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Living Inspiration

Just One Plant, So Many Uses - Basil

Just One Plant, So Many Uses - Basil
We all know that adding plants into your living space is a great way to add a pop of color to a room, but they can be so much more. Through our ‘Just One Plant’ series it is our goal to teach you fun and interesting ways of utilizing your plants one at a time by showing you techniques to introduce flavor and aromatic ideas into your home. Our helpful hints will serve as something you can easily learn in just a few steps so you won’t skip a beat when creating your own flavors in your kitchen or bar cart.


#1: Basil

Basil provides a unique herbaceousness to food and drinks unlike anything else. Its ability to bring fresh yet savoriness to dishes and cocktails makes it a must-have for crisp and refreshing mixes. Basil plumes in freshness when activated as an aromatic, while its expressive oils in the leaves play well with citrus and berry fruits alike. Using techniques like muddling,

is a simple way to introduce the flavor of basil to things like garnishes for drinks, or for acting as a rapid infusion for syrups. One of our favorite ways to use fresh herbs is to make an oleo saccharum (translation: “sugar oil”), a simple syrup concentrate that can then be used as a replacement for glazes in baking, or as a start for punches and cocktails. Working as a concentrate allows the oil to be lengthened by citrus, spirit, or seltzer in drinks, and when utilized in baking allows an immediate punch of flavor to each bite.


Essentially a sugar oil, an oleo saccharum works where a simple syrup or glaze would typically be used, however, its concentrate of flavor enlivens a more demanding flavor to your food and drink. While simple syrup creation requires a burner and waiting for a boil, an oleo saccharum can be made overnight. Utilizing the expressive oils of basil and lemon peels, their flavor is extracted by simply covering with sugar. As you gently shake your jar from time to time and leave it overnight, the sugar will work at extracting the oils from the basil and peels with the result being a delightfully pungent syrup ready for use. Use in cocktails requires less than you would generally pour of simple syrups as its flavor can be lengthened by liquid. 


  • 1 Bunch Basil Granulated Sugar
  • 2-3 Large Lemons
  • Mason Jar With Lid
  • Peeler or Paring Knife


Remove peels from 2 lemons with a peeler or knife making sure to get just the skin above the pith (the white part) to avoid any bitter notes. Pluck the leaves from one bunch of basil (about one cup packed) and cut into ribbons by stacking leaves, rolling, and cutting.

Place 1/4c sugar into the mason jar, add lemon peels, and basil. Seal jar, shake to cover contents with sugar, and leave it on your countertop. Give the jar a slight swirl Now and then, whenever you think about it, and by the next morning, the oil should be separate. Stir remaining contents to dissolve remaining sugar particles and run through a strainer to remove solids.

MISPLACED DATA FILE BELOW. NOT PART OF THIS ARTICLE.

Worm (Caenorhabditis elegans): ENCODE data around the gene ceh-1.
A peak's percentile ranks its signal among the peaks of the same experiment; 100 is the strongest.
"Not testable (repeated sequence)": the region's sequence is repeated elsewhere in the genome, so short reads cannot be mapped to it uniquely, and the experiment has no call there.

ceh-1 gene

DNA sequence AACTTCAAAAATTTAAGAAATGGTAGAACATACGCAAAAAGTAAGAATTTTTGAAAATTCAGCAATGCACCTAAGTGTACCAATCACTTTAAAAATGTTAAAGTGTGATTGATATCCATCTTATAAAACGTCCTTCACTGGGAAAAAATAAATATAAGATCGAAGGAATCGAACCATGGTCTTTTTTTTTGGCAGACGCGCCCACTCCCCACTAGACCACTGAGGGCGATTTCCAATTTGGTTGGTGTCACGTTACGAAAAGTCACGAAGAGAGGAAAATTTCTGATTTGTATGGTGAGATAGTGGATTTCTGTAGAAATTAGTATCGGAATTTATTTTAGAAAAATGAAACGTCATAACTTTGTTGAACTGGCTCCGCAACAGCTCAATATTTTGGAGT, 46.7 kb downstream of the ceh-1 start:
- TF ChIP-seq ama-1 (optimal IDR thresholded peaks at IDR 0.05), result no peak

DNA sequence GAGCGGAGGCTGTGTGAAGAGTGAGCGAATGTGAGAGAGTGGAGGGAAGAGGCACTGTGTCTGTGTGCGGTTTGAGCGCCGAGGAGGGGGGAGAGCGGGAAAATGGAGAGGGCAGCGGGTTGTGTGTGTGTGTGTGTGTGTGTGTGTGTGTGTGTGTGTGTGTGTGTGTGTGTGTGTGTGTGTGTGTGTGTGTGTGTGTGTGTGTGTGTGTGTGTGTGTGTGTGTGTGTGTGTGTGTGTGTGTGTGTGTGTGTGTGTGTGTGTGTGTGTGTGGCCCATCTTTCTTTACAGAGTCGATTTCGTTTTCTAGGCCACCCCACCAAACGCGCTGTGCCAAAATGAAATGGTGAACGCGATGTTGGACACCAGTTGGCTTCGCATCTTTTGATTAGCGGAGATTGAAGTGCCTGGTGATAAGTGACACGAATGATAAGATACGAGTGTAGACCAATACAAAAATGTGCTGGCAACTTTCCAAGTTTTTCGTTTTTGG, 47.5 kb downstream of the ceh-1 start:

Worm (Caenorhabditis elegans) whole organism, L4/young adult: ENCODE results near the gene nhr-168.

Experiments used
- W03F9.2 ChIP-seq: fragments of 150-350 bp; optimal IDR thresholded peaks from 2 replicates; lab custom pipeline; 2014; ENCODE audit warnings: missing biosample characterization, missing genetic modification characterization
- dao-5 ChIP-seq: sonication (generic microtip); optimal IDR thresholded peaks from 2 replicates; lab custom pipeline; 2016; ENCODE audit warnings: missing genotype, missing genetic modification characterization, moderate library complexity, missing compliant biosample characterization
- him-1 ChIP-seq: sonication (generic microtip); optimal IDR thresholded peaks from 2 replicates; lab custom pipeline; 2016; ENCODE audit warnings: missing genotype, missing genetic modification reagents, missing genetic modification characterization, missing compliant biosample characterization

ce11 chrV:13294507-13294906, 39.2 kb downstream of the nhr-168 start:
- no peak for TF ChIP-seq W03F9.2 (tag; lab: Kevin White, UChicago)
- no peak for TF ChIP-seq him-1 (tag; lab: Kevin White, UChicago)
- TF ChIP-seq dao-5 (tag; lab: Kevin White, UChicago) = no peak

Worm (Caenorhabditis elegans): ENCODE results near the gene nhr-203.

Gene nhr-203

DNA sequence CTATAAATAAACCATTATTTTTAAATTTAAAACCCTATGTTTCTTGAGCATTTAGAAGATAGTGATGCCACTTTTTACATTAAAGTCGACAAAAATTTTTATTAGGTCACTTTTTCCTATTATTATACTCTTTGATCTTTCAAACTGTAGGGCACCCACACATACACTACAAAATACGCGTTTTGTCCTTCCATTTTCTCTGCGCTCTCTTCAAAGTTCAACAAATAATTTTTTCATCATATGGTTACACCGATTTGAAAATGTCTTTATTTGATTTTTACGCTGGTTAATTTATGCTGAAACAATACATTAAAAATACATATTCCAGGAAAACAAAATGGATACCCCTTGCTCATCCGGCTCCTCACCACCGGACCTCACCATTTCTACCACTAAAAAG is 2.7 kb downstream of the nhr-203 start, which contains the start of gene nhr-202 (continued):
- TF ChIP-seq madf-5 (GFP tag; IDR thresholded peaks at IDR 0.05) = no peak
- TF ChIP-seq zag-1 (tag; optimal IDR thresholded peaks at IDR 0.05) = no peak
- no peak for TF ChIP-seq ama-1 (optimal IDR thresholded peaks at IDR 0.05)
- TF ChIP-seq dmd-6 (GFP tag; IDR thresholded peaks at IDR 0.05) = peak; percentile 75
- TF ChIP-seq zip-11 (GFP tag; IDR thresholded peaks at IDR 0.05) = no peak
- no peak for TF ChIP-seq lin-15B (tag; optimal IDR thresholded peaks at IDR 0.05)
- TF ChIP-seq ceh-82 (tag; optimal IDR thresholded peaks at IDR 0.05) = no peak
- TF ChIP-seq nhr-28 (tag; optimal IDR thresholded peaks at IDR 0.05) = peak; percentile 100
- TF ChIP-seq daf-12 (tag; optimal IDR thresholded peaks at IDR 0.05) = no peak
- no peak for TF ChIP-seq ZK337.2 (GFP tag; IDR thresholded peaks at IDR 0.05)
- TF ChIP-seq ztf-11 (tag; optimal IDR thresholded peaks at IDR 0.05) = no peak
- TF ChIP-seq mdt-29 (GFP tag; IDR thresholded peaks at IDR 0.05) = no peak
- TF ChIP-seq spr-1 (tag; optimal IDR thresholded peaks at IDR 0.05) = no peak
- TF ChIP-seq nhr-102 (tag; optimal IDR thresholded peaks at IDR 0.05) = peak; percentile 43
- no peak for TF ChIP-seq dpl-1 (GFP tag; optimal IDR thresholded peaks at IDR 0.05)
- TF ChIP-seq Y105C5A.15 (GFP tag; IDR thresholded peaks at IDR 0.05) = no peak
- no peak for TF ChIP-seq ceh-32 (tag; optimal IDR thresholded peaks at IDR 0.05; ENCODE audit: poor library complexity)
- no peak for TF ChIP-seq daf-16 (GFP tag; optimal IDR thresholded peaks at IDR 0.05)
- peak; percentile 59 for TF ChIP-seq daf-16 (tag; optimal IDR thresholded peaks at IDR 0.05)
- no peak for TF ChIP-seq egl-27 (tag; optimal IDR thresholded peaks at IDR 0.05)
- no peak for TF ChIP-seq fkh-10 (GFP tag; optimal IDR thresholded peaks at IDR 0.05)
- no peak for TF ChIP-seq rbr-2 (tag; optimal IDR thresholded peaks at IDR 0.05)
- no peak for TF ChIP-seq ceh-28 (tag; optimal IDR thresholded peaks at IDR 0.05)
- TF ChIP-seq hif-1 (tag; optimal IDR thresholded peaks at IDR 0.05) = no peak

To speed up the process, you can gently press the contents of the jar with a muddler or the back of a wooden spoon. This process should produce 1⁄4 c of oleo and should be refrigerated after each use. Chilled, it will keep for up to four weeks.



  • American Style Gin (London Dry adds too much juniper) or a Non-Alcoholic substitute such as tea.
  • Basil Oleo Saccharum
  • Fresh Squeezed Lemon Juice(Avoid store-bought when possible)
  • Seltzer or Club Soda
  • Jigger or Measuring Device
  • Shaker Tins or Mason Jar with Sealable Lids
  • Collins Glass
  • Paring Knife or Peeler
  • Lemon
  • Ice


  • 1.5oz Gin (or Non-Alcoholic Substitute, Tea) .
  • 25oz Basil Oleo Saccharum
  • .5oz Lemon Juice
  • 4oz Seltzer


  1. Add all ingredients other than seltzer to a shaker tin, or jar with a sealable top and shake with ice until well chilled. Strain over new ice in a collins glass and top with seltzer. Garnish with smacked basil and peel of lemon*.
  2. Grab three basil leaves and fan them in your palm. Lightly smack the leaves to express the oils and place between ice and glass. Express lemon peel over basil, and place snugly with the fan of leaves.

The Gin The Garden is a crisp and refreshing way of enjoying your overnight syrup. This recipe is easily scaled up so that it may be enjoyed from a pitcher or bottle for gatherings making it easy to top off the glasses of your guests. The same oils in basil and lemon peel that created your sugar oil are used as your garnish so that on the first approach you can smell what you will then taste allowing you to fully enjoy the drink with every sense.



  • Lemon cut into half-moons
  • Honey
  • Black Tea
  • Mason Jar or Old Fashioned glass
  • Muddler or Wooden Spoon
  • Basil
  • Bumble Tea


  • 6oz Black Tea
  • 2oz Ginger Beer
  • .5oz Honey
  • 3 Half Lemon Moons
  • 6 Basil Leaves


In the bottom of your mason jar or old fashioned glass place lemon moons, basil leaves, and honey. Using your muddler or back of a wooden spoon gently press basil into lemons and honey until mixture is combined. When muddling it is important to do so gently so as to lightly introduce the flavor of the basil and let it combine with the other ingredients. Add ice, black tea, and ginger beer to glass and gently stir to combine. Place lemon moon and 3-4 fanned basil leaves between ice and glass for garnish.

Basil does well with citrus, so creating a flavorful slurry of sorts with the lemon and honey at the beginning of this process creates an overwhelming freshness. Delicious black tea and spicy ginger beer keep this simple sipper light but interesting. Feel free to play around with what citrus, or tea you are using to create your own intricate flavor profiles at home. While this drink is non-alcoholic, you can change that by simply adding a shot of vodka or bourbon to the mix.

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